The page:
Robinson said the team environment helps to balance egos and baggage often possessed by good reporters.
Audience members also were curious about how Robinson and his co-workers were able to manage the potential connection between their upbringing and the Catholic church story. Because the story broke soon after Marty Baron became the Globe’s editor, there were questions about the potential connection between his Jewish faith and the ability to tackle the series.
“The fact that Marty’s Jewish didn’t really have much to do with it; it had nothing to do with it,” Robinson said. “What was different about Marty was, number one, he was an extremely smart editor, but he was an outsider.”
Baron joined the Globe staff from the Miami Herald in Florida, where almost all records are public, Robinson said. The Spotlight team previously saw the potential for a story in the church scandal, but judges had sealed all the documents necessary to prove any wrongdoing. Baron was the one who encouraged Robinson and his team to try to get the records and their content made public, something they had not thought to do previously.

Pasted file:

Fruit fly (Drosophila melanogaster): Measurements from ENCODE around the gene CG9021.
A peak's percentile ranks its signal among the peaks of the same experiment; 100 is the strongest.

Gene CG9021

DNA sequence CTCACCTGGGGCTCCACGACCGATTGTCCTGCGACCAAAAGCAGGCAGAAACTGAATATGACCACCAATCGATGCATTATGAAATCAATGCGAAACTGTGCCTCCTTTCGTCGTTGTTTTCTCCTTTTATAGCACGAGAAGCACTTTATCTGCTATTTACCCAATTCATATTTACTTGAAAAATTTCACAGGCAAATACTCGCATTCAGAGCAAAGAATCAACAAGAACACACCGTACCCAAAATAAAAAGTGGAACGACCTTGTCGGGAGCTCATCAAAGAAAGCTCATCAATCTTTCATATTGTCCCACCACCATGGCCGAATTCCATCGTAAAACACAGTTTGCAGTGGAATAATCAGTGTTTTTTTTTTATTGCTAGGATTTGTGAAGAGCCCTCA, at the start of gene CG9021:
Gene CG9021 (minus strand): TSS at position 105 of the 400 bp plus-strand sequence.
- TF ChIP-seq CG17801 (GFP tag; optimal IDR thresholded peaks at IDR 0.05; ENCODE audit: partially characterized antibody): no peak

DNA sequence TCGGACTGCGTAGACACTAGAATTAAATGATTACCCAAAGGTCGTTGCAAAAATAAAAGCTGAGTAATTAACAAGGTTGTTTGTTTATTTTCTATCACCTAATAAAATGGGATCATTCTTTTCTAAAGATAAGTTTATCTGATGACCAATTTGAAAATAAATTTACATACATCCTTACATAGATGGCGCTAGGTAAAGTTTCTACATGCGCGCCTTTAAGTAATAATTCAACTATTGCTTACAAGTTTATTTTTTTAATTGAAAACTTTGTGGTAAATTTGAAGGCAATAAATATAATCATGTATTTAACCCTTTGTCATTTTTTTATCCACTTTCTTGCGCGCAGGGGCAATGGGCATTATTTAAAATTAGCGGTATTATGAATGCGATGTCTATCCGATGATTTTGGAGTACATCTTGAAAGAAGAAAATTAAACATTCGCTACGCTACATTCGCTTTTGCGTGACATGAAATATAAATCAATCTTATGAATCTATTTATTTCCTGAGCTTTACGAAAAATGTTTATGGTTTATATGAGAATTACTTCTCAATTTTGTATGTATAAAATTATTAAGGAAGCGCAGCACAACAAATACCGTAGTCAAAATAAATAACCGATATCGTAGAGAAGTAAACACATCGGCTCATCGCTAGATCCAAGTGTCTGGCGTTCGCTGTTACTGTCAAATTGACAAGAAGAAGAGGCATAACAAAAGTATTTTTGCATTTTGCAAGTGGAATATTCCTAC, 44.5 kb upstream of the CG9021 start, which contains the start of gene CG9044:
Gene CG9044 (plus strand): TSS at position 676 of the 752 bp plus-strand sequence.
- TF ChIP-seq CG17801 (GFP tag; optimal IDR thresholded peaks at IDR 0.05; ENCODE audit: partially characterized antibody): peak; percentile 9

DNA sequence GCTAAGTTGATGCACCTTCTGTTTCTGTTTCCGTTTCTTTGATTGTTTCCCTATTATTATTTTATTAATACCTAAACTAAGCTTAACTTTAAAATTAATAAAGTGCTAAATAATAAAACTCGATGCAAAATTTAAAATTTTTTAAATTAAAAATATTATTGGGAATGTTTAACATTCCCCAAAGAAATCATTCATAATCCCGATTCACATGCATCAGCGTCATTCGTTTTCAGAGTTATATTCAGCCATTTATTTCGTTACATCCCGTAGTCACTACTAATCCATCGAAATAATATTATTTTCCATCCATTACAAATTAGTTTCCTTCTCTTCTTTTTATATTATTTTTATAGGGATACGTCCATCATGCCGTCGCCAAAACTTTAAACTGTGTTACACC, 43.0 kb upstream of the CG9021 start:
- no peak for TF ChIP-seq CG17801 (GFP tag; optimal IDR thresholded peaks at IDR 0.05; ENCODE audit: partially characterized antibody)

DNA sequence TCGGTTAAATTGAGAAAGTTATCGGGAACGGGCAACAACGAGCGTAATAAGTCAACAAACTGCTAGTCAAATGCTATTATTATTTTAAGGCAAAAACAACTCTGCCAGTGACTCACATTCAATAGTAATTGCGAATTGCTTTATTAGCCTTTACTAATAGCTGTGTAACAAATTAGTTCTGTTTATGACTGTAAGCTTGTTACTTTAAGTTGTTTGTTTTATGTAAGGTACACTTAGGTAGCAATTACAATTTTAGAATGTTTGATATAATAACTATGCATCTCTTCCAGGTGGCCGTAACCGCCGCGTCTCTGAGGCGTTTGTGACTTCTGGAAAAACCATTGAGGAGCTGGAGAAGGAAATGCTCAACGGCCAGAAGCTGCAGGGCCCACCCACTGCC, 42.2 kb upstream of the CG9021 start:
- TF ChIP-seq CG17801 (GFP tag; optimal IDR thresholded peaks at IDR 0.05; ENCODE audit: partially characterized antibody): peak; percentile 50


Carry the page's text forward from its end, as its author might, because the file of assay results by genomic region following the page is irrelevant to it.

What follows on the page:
The majority of the audience stayed for a question-and-answer period that went well past the scheduled end of the talk. Many of the later questions were about the differences in today’s news media versus that of 2001, when “Spotlight” takes place.
One audience member asked Robinson whether he thinks the “Spotlight” story could have a similar effect to that of The Washington Post’s Watergate investigation, which inspired many young people to go into journalism.
“In 1972, journalism jobs were there for the taking,” Robinson said. “And I think they still are, but I think you have to be a little more entrepreneurial to get the right job.”
Robinson ended the earlier portion of his presentation with a call for thought and discussion about the larger issues of importance in journalism in the digital age.
“Different people have different hopes for the film. Those who made it hope it will win the Academy Award for best picture. Some of us hope the film provokes this kind of a conversation about what matters most in journalism,” Robinson said. “I share that hope, and I hope you do as well.”
‘Different people have different hopes for the film. Those who made it hope it will win the Academy Award for best picture. Some of us hope the film provokes this kind of a conversation about what matters most in journalism. I share that hope, and I hope you do as well.’
Walter V. Robinson
Sarah Schwarz is an undergraduate student in the Northeastern University School of Journalism.